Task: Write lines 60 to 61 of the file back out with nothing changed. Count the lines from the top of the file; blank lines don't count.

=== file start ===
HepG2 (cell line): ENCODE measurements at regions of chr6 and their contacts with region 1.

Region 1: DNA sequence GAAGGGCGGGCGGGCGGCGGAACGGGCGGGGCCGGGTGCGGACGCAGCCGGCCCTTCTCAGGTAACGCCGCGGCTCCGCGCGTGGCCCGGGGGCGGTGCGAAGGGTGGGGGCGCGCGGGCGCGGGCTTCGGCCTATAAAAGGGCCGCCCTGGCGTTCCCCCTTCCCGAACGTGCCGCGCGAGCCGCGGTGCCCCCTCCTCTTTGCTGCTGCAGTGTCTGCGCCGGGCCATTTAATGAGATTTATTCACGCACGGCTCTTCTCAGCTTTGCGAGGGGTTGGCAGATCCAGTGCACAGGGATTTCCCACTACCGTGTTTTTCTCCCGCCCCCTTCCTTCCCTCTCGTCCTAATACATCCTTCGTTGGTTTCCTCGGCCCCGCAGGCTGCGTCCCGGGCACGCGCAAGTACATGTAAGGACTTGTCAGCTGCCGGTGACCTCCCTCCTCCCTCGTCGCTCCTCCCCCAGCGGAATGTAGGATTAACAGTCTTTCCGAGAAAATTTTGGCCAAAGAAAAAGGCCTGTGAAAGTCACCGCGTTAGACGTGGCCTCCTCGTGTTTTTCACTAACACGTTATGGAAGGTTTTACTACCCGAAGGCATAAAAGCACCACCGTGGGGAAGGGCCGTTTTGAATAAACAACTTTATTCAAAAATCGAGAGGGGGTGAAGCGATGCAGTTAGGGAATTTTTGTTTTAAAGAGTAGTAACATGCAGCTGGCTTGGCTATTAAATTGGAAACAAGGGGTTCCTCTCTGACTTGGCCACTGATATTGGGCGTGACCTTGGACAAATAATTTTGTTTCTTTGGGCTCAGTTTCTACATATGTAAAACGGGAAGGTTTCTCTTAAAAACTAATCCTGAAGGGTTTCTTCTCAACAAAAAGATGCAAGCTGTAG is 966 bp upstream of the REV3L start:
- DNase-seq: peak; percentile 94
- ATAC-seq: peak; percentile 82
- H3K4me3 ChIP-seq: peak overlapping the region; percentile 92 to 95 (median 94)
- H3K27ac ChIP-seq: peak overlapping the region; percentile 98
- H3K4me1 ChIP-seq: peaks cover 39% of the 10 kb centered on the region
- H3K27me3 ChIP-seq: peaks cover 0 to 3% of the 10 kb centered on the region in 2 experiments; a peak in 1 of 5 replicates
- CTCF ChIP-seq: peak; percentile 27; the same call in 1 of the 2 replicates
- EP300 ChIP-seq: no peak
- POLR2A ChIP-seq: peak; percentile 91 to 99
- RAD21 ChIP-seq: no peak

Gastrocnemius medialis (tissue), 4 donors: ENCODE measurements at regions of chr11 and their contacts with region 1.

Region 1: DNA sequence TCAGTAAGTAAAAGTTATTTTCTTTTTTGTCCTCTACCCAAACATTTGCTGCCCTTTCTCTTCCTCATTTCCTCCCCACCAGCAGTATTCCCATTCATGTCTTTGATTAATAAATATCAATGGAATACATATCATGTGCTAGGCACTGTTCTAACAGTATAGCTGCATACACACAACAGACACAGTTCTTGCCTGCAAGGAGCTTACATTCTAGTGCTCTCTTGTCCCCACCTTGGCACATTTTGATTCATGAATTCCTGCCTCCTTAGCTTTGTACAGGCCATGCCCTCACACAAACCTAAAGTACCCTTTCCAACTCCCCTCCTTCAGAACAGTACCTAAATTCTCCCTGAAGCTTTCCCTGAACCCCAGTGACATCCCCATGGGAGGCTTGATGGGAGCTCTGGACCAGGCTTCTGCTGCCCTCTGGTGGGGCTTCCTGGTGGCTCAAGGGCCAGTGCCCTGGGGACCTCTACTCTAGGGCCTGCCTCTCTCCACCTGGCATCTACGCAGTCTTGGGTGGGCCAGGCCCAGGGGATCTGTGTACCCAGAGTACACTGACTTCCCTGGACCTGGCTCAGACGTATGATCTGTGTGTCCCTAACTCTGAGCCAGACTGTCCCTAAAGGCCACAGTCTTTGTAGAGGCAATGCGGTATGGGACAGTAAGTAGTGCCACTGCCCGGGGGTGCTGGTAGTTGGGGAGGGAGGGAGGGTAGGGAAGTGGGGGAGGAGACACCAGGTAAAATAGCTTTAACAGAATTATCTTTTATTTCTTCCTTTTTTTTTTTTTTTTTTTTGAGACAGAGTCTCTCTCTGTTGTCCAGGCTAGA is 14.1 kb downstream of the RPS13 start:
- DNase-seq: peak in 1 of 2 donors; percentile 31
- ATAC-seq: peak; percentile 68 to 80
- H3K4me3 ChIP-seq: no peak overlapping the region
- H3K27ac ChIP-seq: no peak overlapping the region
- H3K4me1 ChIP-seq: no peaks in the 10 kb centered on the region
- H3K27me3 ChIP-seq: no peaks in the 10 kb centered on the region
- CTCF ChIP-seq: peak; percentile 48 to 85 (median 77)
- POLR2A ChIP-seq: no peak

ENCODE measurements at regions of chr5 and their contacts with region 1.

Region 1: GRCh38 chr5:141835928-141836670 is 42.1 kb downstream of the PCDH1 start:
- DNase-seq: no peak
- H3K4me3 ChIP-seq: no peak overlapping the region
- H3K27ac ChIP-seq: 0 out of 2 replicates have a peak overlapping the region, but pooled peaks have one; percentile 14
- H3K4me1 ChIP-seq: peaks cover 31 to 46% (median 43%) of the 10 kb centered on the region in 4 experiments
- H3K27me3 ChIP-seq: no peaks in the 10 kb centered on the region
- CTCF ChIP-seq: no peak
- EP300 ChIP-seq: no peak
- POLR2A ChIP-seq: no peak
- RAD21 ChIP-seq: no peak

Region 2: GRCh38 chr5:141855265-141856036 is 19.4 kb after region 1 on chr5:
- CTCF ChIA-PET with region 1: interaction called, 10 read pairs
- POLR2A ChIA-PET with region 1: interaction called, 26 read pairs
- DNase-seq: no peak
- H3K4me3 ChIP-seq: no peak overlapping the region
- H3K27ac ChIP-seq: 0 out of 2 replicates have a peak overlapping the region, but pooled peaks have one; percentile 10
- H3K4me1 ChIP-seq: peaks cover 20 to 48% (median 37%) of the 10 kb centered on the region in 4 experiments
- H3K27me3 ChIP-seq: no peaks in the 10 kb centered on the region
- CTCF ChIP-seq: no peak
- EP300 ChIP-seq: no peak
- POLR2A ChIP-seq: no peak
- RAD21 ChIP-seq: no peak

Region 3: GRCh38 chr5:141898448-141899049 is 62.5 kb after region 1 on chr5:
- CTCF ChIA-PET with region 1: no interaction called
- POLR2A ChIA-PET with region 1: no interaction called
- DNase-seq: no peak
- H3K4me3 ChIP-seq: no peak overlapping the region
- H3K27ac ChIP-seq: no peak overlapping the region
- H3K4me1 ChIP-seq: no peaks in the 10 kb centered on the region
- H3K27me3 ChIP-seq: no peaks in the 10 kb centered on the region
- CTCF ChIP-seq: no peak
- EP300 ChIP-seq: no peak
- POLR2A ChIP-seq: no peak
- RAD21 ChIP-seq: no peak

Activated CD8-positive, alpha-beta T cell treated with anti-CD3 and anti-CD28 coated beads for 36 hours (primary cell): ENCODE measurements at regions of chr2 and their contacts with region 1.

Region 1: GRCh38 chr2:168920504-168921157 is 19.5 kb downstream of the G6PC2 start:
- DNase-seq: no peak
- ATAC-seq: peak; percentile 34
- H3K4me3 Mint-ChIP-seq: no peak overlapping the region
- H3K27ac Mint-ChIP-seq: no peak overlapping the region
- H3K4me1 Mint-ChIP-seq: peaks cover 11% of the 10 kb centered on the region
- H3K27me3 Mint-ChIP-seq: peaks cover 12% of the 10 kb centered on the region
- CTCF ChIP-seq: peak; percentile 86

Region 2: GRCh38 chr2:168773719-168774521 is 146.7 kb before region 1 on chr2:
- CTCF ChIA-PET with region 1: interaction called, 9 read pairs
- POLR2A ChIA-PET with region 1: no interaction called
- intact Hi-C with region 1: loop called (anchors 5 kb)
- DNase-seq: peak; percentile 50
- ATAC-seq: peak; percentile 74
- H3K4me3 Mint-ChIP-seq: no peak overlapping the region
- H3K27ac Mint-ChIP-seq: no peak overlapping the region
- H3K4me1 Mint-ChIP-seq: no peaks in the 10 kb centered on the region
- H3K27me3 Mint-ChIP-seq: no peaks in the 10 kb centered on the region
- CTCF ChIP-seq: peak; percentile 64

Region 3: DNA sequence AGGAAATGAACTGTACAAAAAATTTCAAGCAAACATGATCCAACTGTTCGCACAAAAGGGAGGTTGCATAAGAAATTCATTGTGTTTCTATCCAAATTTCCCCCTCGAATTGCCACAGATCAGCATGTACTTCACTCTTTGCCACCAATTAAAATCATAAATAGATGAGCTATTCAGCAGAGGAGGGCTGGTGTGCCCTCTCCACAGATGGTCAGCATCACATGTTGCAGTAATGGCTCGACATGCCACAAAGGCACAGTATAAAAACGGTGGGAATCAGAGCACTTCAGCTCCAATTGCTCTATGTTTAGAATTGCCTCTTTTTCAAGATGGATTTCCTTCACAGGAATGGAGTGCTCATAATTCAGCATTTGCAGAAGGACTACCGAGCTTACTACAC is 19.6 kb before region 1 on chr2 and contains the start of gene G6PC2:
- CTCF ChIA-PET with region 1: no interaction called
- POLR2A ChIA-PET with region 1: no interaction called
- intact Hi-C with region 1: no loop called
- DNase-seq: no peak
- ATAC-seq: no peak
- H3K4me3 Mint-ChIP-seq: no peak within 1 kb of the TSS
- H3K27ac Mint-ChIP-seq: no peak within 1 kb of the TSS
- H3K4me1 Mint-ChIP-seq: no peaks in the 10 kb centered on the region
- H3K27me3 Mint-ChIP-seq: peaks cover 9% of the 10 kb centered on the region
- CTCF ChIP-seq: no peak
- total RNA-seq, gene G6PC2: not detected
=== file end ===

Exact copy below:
- DNase-seq: no peak
- ATAC-seq: peak; percentile 34